- By Patricia Wentworth
- First published: US: Lippincott, 1950; UK: Hodder & Stoughton, 1952; also published as Mr. Brading’s Collection, Severn House, 1987
Lewis Brading collects jewels with criminal associations, and it seems someone with criminal tendencies is after the jewels. He calls on Miss Silver, Wentworth’s ex-governess private detective, but Miss Silver refuses to take his case. A fortnight later, Brading is shot dead in the laboratory of his former home, now a country club.
In many ways, this is the epitome of the average detective story. How many of these elements have you come across in another novel?
- The wealthy man murdered the day he makes a new will
- The will missing, presumed burnt
- The wealthy man murdered after he announced his engagement
- Half-a-dozen people on the scene of the crime
- The lovers separated by misunderstanding (one the main suspect, the other the girl who loves him but doesn’t trust him)
- Stolen jewels
- The kleptomaniac
- The secretary blackmail victim, secretly married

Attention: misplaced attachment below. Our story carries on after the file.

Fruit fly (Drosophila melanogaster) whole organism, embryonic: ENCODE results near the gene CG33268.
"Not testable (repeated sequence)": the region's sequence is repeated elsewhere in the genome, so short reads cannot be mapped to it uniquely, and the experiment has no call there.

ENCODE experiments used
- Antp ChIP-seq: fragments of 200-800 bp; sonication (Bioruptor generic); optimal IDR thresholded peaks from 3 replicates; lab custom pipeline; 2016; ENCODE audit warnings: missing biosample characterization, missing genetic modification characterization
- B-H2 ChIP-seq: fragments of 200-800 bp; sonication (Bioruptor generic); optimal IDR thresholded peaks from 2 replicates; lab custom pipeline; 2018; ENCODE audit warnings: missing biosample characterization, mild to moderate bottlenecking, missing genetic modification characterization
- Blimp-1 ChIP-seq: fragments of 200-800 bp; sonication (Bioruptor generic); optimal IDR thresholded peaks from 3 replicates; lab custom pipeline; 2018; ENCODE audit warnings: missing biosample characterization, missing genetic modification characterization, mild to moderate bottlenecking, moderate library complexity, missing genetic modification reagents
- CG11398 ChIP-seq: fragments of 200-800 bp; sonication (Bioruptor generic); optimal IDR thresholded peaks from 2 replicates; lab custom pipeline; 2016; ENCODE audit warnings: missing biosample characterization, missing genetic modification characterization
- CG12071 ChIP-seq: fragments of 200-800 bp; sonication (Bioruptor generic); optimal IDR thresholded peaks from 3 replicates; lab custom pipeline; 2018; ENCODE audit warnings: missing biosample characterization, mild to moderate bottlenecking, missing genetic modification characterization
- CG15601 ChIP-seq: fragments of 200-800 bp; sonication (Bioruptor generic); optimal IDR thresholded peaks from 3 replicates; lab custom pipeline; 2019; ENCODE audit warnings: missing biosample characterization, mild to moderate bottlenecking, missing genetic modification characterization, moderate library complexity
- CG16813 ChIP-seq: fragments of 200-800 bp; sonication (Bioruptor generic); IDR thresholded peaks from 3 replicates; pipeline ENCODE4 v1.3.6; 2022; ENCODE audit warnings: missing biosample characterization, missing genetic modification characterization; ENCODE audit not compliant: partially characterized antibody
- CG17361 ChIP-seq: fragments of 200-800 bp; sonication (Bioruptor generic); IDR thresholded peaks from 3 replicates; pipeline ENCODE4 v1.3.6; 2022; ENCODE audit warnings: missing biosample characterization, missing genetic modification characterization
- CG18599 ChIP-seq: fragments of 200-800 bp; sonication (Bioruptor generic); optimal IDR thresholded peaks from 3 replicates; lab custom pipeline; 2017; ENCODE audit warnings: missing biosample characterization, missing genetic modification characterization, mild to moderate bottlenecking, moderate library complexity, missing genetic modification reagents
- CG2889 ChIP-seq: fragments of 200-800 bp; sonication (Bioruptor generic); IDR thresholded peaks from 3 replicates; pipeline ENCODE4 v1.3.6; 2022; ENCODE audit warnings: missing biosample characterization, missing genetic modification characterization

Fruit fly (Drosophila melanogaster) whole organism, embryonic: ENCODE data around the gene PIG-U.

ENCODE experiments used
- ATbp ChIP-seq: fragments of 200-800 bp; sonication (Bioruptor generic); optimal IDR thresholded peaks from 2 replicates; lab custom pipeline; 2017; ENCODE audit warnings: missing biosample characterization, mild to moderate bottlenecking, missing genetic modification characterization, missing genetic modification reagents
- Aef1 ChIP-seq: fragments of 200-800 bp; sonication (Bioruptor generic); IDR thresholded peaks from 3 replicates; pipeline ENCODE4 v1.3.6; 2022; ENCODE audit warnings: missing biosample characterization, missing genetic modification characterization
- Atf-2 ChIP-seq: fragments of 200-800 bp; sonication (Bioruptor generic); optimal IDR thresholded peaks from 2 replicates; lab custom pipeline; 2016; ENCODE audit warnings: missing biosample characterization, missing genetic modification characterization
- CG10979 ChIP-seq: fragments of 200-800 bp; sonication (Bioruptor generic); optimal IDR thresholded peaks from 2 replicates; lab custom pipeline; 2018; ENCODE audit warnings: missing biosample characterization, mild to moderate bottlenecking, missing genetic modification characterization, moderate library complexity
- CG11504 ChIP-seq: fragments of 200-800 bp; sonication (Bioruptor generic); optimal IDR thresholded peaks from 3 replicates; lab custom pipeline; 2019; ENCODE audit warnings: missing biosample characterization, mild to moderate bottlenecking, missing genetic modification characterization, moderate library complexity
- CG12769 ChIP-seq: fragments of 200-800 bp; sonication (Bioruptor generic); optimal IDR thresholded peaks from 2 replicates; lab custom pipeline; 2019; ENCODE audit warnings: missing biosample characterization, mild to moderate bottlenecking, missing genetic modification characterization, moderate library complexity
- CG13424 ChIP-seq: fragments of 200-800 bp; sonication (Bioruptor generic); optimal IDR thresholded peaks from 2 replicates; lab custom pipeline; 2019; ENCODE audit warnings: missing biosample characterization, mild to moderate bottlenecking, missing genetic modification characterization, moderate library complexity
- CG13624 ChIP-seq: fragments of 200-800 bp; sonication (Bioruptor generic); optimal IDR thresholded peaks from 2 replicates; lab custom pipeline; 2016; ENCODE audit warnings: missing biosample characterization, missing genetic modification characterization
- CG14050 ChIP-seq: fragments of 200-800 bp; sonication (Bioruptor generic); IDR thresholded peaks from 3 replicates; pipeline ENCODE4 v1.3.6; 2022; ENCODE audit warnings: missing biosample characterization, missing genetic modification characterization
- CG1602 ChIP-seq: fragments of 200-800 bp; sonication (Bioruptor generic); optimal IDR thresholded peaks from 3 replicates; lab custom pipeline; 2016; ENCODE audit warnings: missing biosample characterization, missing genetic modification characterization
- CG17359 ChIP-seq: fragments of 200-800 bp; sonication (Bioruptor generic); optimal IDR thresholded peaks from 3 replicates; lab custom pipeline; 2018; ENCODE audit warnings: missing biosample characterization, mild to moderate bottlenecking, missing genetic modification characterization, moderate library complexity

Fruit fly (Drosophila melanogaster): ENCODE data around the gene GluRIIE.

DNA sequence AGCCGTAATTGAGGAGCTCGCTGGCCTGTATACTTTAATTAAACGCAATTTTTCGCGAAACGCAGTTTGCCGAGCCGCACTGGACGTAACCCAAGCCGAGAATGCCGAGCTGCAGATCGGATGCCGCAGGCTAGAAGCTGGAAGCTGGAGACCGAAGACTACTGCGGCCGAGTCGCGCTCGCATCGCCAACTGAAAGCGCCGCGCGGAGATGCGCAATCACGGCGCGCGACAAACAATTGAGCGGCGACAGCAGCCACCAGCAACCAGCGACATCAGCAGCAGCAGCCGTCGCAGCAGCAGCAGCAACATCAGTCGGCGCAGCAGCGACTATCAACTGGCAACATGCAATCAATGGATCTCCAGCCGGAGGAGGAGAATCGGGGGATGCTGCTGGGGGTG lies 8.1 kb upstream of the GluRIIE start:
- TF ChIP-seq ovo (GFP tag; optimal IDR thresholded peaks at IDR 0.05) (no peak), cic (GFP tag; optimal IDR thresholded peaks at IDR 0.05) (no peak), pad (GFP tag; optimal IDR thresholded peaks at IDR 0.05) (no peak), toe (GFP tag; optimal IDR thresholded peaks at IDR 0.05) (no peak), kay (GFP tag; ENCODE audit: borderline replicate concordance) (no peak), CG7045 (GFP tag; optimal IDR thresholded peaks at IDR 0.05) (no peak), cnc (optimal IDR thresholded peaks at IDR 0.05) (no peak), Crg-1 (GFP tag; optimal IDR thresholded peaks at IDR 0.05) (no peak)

- The wrong time of death
- The faked telephone call
- The convenient suicide.
One would think the detective story hadn’t advanced since Carolyn Wells. At least Wentworth puts flesh on these old bones; she may be a lady waltzer, but she is an elegant one. Her style is better than Wells’s, and her characters live and breathe. I was particularly taken with the ex-variety artist Myra Constantine, a splendidly earthy, extroverted character, vulgar and unabashed.
But I have rarely read a detective story where whodunnit was more obvious; the even moderately awake reader should spot the murderer in Chapter 15 – before the body has even been found. The idea is Agatha Christieish: the hidden alibi, the criminal couple, the “deceit” in plain view – but it doesn’t deceive for an instant. Wentworth’s audience seems to have been middle-aged ladies in lending libraries; like a television murder mystery, perhaps she gave them comforting familiarity, and made her problems easy so they would feel clever.